People who know that I have a background in marketing with major international companies often ask me, “Why do you have to have to advertise that product, when everyone knows about it?” The fact is, brands need constant promotion to maintain market share.
When one considers for a moment how much it costs to develop and launch a new product, how long it takes to turn a profit, and the investment made to gain market leadership, it’s not hard to see why large marketers rarely pull back from the advertising and promotion roundabout. It’s simply part of the game: maintain market share at any cost and, if you are market leader, stay there and beat competition into the ground.
Interestingly enough, it remains much the same even when things get tough. Markets might decline, but share and market leadership must be maintained in good times and bad.
But can the same be said for export markets? The sheer cost of getting into overseas markets is horrendous and servicing them is costly, so maintaining your position even in a declining market is just as important. The questions are: how tough is it? And: what should I do?
Two recent studies undertaken by the Australian Institute of Export reconfirms it is getting tougher, and financing exports is becoming harder. The preliminary results of the most recent study confirms that manufacturing exports are being hit the hardest followed by agriculture. Across the board, forward orders are down by as much as 30 percent, and companies seem to be avoiding the Americas and Africa. On a positive note, most sales continue to go to Asia and there appears little interest in avoiding these markets. While some companies are pulling back their marketing spend, many seem to be continuing marketing pressure despite the shortfall in the Export Market Development Grants scheme.
Also important is the impact of any dampening of local demand, which in many cases funds international sales. Significant export sales are driven by participation in international supply chains that are rapidly declining, and there has been a reduction in demand in the not highly publicised, but very important intercompany export business.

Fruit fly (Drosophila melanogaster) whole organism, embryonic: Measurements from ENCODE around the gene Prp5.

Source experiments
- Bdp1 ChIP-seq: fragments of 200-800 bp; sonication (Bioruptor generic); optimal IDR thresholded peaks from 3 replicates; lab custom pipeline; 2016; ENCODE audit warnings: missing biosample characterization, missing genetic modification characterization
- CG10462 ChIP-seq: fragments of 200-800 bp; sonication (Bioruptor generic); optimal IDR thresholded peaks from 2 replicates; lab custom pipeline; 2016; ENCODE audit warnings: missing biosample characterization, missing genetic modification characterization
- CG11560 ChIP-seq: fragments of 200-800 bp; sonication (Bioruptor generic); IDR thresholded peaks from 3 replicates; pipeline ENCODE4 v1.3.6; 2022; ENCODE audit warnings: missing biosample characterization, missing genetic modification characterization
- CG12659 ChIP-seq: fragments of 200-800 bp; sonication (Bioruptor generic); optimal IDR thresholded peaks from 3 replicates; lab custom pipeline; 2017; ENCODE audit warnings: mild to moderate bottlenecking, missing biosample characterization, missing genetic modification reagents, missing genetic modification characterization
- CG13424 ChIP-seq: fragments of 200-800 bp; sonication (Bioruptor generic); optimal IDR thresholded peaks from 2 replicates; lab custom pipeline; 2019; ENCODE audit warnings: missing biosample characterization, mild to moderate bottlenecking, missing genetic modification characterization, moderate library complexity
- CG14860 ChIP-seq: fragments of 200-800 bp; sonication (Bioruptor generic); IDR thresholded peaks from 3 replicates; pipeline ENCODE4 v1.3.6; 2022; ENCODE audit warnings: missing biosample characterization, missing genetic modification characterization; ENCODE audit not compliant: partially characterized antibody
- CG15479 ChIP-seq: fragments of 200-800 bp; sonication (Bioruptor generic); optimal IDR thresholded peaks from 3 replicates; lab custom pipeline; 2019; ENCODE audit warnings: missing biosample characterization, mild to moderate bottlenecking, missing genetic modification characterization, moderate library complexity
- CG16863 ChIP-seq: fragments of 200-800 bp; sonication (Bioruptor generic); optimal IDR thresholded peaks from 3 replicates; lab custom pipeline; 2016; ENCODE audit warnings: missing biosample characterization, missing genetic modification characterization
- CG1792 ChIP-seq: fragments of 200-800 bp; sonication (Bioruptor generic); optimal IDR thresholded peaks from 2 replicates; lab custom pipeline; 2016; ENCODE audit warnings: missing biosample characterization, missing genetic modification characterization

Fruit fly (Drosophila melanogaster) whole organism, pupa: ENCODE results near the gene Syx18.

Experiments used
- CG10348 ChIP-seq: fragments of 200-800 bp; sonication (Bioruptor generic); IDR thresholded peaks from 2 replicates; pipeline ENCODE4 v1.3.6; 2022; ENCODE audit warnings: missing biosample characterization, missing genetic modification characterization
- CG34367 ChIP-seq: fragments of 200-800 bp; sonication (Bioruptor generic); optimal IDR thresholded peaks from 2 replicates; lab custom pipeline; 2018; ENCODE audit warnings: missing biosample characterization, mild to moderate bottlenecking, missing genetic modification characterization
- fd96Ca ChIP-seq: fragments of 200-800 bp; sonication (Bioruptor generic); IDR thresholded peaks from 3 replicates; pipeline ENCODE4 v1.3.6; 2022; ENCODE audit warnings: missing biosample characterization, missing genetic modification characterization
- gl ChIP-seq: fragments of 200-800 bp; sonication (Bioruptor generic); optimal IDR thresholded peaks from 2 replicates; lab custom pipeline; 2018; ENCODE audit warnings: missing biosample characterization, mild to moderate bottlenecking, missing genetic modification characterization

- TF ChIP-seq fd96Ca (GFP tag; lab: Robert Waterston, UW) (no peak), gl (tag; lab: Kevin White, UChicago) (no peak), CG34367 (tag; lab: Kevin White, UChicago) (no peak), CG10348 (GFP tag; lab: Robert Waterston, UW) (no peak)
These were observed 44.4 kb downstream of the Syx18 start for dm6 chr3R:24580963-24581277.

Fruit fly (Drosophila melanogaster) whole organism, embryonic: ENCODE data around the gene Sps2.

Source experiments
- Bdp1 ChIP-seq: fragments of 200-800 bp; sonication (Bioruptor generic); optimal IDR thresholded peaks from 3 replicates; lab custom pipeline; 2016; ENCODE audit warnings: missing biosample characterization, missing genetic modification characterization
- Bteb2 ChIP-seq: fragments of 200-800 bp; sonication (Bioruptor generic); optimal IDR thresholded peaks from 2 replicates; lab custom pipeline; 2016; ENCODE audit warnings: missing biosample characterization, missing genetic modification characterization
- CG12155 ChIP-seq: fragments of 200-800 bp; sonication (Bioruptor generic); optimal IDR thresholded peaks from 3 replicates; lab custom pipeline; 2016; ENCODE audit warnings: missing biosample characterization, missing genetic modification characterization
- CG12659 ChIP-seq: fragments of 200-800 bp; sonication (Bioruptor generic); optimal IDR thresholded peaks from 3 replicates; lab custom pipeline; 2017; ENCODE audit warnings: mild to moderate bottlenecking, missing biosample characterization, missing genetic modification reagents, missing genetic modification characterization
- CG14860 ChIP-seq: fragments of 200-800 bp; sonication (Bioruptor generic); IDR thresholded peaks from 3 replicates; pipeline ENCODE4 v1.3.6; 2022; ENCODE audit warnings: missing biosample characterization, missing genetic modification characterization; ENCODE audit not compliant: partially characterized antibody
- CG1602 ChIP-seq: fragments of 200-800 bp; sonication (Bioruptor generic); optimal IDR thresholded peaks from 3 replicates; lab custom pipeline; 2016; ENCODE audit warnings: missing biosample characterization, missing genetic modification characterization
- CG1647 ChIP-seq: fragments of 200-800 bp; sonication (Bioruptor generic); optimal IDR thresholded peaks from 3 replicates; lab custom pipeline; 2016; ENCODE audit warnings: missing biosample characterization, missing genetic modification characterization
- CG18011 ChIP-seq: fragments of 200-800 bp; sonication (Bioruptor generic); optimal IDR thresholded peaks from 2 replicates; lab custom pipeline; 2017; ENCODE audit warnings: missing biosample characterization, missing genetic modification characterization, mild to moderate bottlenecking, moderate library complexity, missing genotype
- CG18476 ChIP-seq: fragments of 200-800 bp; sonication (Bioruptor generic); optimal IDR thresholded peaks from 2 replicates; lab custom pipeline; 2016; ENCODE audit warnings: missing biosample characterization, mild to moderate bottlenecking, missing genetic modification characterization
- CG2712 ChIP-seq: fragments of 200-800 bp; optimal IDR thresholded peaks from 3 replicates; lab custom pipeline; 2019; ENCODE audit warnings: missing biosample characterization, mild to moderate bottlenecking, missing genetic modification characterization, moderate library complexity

At the same time, our markets are very heavily driven by Asian demand, our dollar makes Australia very competitive in many markets, and we have a very professional well regulated export finance and insurance industry. So what does one do when the going gets tough?
First and foremost, don’t give up. Major marketers don’t give hard earned market share away easily even in declining markets, and nor should we in export markets. In saying that, it’s in times like these that require sound business thinking and far greater emphasis on minimising risk.
Australian exporters have at their disposal some very effective agencies and private sector organisations that can provide sound advice on market risk, market dynamics, and finance and business risk. Austrade, with representative offices in all major export destinations, can provide valuable market and market sector information; the Export Finance and Insurance Corporation (EFIC) and credit insurance providers are regularly updating country risk data. Banks too can assist with information and products designed to assist exporters with managing risk.
It’s probably not a bad time to make sure that you fully understand the export process and take more control over the management of your export business. When times are good, outsourcing is very attractive and things like credit insurance seem to be less important. When times are tough, control, like cash, is king.
And, as we saw in the Asian crisis, opportunities come alive too when things are tough. Australian companies are good niche players and have wide experience in managing business in a soundly regulated market—and more regulation is on its way.
In short, don’t run from hard earned markets. Sound hands-on risk management, good planning and advice strong marketing and an effective knowledge of the process will always see you through.
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